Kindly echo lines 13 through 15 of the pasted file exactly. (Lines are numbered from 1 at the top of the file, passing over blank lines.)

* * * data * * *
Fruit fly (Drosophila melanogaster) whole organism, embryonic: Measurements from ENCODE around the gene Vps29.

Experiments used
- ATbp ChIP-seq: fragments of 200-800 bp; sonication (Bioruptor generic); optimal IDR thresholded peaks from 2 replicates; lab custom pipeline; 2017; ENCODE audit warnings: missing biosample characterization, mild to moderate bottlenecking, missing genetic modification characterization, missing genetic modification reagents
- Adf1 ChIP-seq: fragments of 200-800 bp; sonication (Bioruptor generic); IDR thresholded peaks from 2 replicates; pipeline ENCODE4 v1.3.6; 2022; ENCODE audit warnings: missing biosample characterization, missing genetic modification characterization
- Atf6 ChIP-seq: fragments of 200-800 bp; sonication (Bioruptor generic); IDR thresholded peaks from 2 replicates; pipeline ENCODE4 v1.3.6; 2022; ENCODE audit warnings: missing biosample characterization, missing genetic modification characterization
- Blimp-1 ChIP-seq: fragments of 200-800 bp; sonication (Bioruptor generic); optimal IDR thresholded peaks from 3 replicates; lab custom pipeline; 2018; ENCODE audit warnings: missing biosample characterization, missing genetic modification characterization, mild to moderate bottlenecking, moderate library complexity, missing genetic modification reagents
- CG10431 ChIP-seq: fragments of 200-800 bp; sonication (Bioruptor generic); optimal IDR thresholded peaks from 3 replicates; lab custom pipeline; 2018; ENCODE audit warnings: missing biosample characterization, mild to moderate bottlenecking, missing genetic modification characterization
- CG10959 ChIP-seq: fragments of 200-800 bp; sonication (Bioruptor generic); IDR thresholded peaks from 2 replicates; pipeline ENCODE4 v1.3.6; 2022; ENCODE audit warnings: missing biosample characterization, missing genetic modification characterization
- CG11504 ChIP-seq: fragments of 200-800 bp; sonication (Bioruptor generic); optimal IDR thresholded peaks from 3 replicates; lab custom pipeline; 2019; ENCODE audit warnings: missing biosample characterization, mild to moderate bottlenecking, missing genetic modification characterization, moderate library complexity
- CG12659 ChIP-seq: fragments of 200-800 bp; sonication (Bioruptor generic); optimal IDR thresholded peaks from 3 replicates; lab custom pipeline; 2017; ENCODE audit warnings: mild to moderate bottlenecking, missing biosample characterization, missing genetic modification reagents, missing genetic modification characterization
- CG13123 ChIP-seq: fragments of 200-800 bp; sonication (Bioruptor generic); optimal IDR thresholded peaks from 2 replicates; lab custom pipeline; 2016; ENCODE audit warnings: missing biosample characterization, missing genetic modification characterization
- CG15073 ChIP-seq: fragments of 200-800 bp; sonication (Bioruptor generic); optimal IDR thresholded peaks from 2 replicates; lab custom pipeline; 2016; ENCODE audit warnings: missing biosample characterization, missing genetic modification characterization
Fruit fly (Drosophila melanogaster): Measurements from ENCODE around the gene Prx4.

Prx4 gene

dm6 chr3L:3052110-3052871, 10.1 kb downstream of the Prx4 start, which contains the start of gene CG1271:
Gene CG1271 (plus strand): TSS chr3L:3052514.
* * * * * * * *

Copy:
Fruit fly (Drosophila melanogaster): Measurements from ENCODE around the gene Prx4.

Prx4 gene

dm6 chr3L:3052110-3052871, 10.1 kb downstream of the Prx4 start, which contains the start of gene CG1271: